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At first glance I really wasn’t all that enthused to watch this film. I mean I couldn’t be more disinterested in seeing materialistic and fame-obsessed teenagers robbing their favorite celebrities. I find the whole TMZ culture so loathsome, I don’t even care to read US magazine anymore even when I’m at the salon. It’s interesting why Coppola choose to do a film on them, but perhaps there’s some kind of message she’s trying to tell us with this story. Well, unfortunately this film is as shallow as protagonists depicted here.

The film basically shows us how these teens, led by its ringleader Rebecca (Katie Chang) and her new BFF Marc (Israel Broussard), rob one celebrity’s house after another. They’re mostly C-list celebs who are more famous for their shenanigans (Lindsay Lohan, Paris Hilton) or those famous for being in the fashion mags instead of actual work (Audrina Patridge, Rachel Bilson). So apparently none of these celebs have heard of home security as even Hilton’s mansion was so easy to break into, in fact, the group barely had to break anything to access their homes. I don’t know what is more repulsive than witnessing these kids stealing things left and right or seeing the excessive decadence on display.

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I have to admit I wasn’t as bored out of my wits watching this as I did watching her last film Somewhere, but I felt that even that movie perhaps had a bit more depth as at the very least Coppola tried to present some kind of redeeming quality for the disenchanted Hollywood actor. In this film, the characters only pass through time, living their incredibly shallow life in succession, simply motivated by the grand hedonistic lifestyle and self-indulgence. It’s stylishly shot but everything is so detached. Despite a few engaging and hilarious moments in a self-parody kind of way, I struggle to find a meaning – if any – that Coppola is trying to say here.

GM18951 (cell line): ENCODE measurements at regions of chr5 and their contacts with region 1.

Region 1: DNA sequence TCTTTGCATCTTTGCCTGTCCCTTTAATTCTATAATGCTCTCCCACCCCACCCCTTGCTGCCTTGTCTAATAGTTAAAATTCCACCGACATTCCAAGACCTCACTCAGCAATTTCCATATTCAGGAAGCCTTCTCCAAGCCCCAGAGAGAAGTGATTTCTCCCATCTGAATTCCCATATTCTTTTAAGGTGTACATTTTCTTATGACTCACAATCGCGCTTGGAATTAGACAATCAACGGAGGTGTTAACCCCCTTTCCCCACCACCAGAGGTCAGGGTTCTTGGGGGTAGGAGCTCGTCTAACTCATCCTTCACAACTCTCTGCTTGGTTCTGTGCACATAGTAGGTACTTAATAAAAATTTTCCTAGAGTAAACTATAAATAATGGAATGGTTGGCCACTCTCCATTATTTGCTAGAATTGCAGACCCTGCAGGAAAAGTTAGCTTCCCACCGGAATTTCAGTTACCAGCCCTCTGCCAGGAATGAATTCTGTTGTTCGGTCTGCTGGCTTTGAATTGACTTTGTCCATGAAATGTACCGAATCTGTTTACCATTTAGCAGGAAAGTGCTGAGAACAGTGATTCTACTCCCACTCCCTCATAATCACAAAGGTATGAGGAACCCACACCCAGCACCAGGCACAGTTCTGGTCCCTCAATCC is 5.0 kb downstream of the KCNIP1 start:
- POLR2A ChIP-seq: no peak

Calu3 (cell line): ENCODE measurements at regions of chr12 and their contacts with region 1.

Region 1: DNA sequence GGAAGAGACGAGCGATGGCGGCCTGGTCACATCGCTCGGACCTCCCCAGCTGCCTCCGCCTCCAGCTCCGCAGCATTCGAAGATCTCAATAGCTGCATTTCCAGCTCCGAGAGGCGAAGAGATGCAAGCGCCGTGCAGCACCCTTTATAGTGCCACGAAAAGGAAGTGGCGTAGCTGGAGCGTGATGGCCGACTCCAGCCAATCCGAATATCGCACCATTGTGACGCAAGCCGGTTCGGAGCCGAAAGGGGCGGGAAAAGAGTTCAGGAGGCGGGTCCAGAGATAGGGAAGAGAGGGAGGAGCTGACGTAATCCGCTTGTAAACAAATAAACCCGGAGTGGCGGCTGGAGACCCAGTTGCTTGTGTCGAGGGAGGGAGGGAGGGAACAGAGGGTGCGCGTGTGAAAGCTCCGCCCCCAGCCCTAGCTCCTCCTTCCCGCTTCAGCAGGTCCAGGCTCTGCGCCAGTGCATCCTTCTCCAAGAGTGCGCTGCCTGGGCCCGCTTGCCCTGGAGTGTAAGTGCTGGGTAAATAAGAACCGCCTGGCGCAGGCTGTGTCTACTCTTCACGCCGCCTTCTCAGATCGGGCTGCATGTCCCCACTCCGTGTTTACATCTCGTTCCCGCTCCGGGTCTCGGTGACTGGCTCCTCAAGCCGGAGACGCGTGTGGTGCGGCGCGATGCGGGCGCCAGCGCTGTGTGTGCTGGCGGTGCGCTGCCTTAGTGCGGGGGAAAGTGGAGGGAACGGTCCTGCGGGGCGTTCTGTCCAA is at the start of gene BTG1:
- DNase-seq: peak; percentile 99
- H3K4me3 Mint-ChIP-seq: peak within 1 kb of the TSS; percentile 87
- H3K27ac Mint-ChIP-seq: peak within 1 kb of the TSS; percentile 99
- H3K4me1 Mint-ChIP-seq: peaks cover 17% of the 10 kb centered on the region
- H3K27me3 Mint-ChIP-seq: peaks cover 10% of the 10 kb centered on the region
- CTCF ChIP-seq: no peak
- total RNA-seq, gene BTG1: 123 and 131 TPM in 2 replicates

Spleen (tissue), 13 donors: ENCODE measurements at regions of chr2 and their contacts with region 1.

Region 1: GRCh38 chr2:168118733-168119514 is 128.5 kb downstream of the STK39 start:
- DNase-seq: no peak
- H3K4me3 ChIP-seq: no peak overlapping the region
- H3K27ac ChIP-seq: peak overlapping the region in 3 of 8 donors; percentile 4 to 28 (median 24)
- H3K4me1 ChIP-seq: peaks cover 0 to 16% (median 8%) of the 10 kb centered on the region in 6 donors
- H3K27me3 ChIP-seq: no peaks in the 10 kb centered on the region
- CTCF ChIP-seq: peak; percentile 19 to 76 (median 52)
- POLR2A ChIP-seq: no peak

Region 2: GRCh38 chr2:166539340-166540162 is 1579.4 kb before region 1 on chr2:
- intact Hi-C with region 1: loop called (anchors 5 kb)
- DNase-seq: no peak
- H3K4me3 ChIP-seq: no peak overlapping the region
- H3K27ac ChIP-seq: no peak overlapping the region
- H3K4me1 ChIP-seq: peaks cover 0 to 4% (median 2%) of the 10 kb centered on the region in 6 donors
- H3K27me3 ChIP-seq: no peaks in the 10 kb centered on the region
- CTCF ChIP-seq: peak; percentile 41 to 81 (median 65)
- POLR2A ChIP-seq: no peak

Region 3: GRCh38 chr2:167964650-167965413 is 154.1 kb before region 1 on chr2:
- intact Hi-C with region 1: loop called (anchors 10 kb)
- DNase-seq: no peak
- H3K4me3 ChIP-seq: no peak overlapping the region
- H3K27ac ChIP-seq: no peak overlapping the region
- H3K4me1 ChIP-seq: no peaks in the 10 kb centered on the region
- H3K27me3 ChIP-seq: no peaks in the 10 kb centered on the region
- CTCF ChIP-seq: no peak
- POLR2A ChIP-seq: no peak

The only saving grace here seems to be Emma Watson, simply because it’s amusing to see her portray someone so different from Hermione Granger in Harry Potter. Her American accent is spot on and she certainly has the gift of comedy. It’s amusing to think that the young actress is surely as wealthy – if not more – as the victims that her character rob in this movie! But even she could barely save this vapid drivel. Even though it’s only 90-min long, it felt pretty tedious by the repetitive stealing-and-partying scenes displayed over and over. It’s darn near impossible to sympathize with any of the characters the way Coppola depicted them here. I think Marc was perhaps the most sympathetic character in the film as he seems to be the only one who has the slightest bit of remorse. But really, that’s not saying much.

This is the third film by Sofia Coppola I saw, but so far my favorite is by far still Lost in Translation. I might give her other earlier films a try, hopefully The Virgin Suicides and Marie Antoinette fare much better than this one.

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So what did you watch this weekend? Thoughts on The Americans series and/or The Bling Ring? 

Rental Picks: Get the Gringo & The Lone Ranger

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Get The Gringo

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Remember when Mel Gibson was the king of the box office? Back in the late 80s, 90s and early 2000s, seems like every film he starred in were box office hits. After he starred in the big hit Signs back in 2002, he actually agreed to return as Max in George Miller’s Fury Road (it’s been renamed to Mad Max: Fury Road); if I remember correctly the film was scheduled to come out in the summer of 2004 but when the second Iraq War happened, the film was cancelled. They wanted to shoot the film in the middle east and of course with the war, it’s not possible. Then we all know what happened to his career after he directed The Passion of the Christ, even though I don’t agree with what he said in his personal life, I still think he’s a great talent.